AJ’s only other complaint was the lack of blank diagrams included in the notes section. There are sometimes diagrams to fill out on the study guide, but she would have liked to see them in the note taking area. Her hand drawn diagrams were not done very well. We ended up photocopying some of the diagrams and glued them onto the notes pages.

What a Day Looks Like

Each day with the program is a little different. Most of the modules have a few different projects for the student to do, but not all of them do. I like that there are a variety of projects. In the first module she had a research project and personality tests.

But the second module didn’t have any projects. In module three she has to write out a decision making chart, go on a digital media fast for a day and write about it, do something kind for a caregiver, find an write a list of emotions, and a few other projects. Later in the course she will keep a food diary and then look at it fir ways that she can improve her habits. There is even a project that requires her to chart her dental health. Some of the projects take a little while to do, but most can be finished in a day or two.

Since we want to finish the course in a semester, I had AJ work on science for about an hour each day. Then she simply checked off each day once it was finished. Sometimes she was able to get two days finished, and others she didn’t even finish a single day. It usually depended on the amount of reading and the complexity of the projects.

How We Used It

Normally AJ doesn’t need to take notes. She can just read through the material, answer questions, and pass the tests. She found out the hard way that that wasn’t going to work with this course. When it came time to complete the study guide for the first module she had a hard time. This course asks questions that are not directly found in the text. She had to understand the concepts in order to fill out the study guide. After working on the study guide for a few days, I had her reread the module before she took her test. For the first time ever, she failed a science test. I think a lot of it had to do with the type of test. It had a lot of matching definitions. She didn’t pay enough attention and ended up making silly mistakes.

Luckily, the directions for the course state that the student can fix their incorrect answers for half points. Once she was more careful she only ended up missing a few questions. Her new score gave her a “C” on the test, which brought her grade for the module to a “B”.

She wasn’t too thrilled with a “B” so she approached the second module differently. She took a lot of notes and took a few days to complete the study guide while rereading the text.

Her hard work paid off! She ended up getting an “A” on the second test, and she was much happier. The course includes a lot of new vocabulary and simply reading through won’t be a possibility for her.

What We Thought

Both AJ and I are very happy with the course. She has to work a little harder to pass the tests, but she is really learning and understanding the concepts. This course lives up to the Apologia name! If you are looking for a health and nutrition course, I highly recommend this one from Apologia. Click on the graphic below to see what other members of the Homeschool Review Crew Thought.

Health and Nutrition Basic Set {Apologia Educational Ministries Reviews}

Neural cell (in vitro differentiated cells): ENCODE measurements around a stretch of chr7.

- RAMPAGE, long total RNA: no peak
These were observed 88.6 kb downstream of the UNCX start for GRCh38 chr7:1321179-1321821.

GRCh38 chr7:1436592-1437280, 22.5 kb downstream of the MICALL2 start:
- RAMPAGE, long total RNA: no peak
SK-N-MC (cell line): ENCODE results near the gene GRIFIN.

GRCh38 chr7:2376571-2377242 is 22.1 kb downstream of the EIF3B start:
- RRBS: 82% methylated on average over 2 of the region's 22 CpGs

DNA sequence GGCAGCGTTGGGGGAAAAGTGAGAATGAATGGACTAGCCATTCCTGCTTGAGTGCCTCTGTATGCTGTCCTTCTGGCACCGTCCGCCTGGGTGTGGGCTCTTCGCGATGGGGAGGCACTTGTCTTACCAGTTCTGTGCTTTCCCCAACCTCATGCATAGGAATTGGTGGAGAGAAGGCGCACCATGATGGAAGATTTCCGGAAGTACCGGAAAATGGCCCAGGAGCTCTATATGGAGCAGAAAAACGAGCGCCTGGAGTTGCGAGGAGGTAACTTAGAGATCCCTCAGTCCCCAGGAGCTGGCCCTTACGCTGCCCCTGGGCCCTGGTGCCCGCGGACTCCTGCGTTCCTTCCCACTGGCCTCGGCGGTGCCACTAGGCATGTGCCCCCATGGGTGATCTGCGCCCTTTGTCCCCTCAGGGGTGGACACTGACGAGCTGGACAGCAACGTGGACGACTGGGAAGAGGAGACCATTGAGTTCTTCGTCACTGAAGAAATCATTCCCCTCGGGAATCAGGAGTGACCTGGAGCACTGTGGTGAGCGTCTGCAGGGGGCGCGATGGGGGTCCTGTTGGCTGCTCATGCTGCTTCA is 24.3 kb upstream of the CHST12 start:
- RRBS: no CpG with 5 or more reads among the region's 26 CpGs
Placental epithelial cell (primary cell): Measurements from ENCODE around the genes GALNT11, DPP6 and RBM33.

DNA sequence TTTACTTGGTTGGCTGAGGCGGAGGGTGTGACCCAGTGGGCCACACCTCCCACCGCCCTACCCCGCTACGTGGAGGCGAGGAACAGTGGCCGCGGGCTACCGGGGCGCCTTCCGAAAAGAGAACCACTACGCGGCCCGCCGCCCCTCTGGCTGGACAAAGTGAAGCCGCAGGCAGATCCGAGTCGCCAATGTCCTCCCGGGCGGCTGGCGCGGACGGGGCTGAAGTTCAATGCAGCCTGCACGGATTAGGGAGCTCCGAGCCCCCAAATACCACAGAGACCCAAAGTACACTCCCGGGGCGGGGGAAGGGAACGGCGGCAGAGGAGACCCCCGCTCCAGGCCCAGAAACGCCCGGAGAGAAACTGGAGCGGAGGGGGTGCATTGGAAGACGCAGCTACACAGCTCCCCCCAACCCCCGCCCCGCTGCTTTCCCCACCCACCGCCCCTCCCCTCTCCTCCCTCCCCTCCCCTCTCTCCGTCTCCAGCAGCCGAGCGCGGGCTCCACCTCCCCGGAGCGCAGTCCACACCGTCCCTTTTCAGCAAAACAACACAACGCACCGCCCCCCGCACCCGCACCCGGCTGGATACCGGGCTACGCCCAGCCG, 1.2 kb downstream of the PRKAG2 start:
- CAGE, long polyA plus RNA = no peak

Crew Disclaimer

God Schooling ~ Review

Over the years I haven’t read very many homeschooling books. Mainly because our family dynamic wasn’t the norm. I am homeschooling an only child while living in chronic pain and we were taking care of my grandma who had Alzheimer’s. We couldn’t stick to strict schedules or really even stick to a homeschooling method. We have been eclectic homeschoolers, almost from the beginning.

When I was given the chance to review God Schooling: How God Intended Children to Learn, I was a little skeptical. Would this book fit the needs of my family? After reading the back of the book, I thought that the book, written by Julie Polanco, could be very beneficial. I have enjoyed reading Julie’s blog over the years, and found some of her other writing very informative. In the end, I am thankful that I was given the opportunity to review this book.

God Schooling book

Book Basics

God Schooling is available in both print and digital versions. I was given a beautifully decorated soft covered book. The book is fairly short at just163 pages long. But those pages are full of inspiration, hope, and ideas.

The book is broken into two parts. The first section is made up of two chapters. It is called Dispelling Myths. In this part Julie shares some of her homeschooling experiences. It is always humbling to see that you are not the only one who has had bad days, or who has stuck with a curriculum that wasn’t a good fit for your child, because it was expensive.

Julie Polanco Books
The second part of the book contains the remaining seven chapters. This section is called, Practice. There is a chapter devoted to kids eight and younger, another to the tweens, and the third to schooling teens.

Each chapter gives advice about what kids need to Learn, and how learning can take place even without textbooks.

The final chapters in part two focus on how to get started schooling in a more relaxed way, and how to stay organized.

After each chapter there are a few questions for you to answer. The questions help you to apply the information in the chapter to your own situation.

God Schooling

As the title suggests, there is a high priority on what God wants for your school. There is a focus on prayer and not comparing your child to their public school counterparts.